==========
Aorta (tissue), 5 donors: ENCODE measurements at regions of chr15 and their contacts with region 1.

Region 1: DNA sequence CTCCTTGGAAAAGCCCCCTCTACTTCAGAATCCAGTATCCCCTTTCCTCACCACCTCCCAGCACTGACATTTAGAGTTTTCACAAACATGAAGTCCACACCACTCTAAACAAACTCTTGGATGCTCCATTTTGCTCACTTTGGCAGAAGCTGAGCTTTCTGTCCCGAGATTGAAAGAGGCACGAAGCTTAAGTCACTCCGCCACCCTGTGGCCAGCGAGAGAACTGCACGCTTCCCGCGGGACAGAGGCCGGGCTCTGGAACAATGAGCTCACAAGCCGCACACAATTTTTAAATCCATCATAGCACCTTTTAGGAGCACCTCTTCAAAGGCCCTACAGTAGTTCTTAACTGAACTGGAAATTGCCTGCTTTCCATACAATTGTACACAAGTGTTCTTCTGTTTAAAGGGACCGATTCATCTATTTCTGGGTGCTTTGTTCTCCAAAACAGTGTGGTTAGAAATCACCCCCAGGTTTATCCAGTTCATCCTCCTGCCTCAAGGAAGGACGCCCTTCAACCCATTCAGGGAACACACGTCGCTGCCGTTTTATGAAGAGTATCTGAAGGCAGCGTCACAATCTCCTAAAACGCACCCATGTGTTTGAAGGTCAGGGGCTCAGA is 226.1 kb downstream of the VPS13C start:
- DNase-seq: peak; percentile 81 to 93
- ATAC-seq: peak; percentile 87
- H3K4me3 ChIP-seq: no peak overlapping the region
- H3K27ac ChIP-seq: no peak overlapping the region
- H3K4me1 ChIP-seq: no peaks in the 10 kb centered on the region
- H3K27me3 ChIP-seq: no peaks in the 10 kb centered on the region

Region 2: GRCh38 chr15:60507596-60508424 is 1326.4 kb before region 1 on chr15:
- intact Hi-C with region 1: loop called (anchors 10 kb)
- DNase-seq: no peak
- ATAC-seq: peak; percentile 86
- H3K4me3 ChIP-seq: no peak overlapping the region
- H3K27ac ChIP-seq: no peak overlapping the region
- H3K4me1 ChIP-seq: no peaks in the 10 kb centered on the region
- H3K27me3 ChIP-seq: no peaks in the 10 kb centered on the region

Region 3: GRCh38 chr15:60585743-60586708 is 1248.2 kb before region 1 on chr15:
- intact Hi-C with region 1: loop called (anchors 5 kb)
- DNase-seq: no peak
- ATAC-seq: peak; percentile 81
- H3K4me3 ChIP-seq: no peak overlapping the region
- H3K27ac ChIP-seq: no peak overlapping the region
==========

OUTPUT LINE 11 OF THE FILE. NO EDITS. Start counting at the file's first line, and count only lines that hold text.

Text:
- DNase-seq: no peak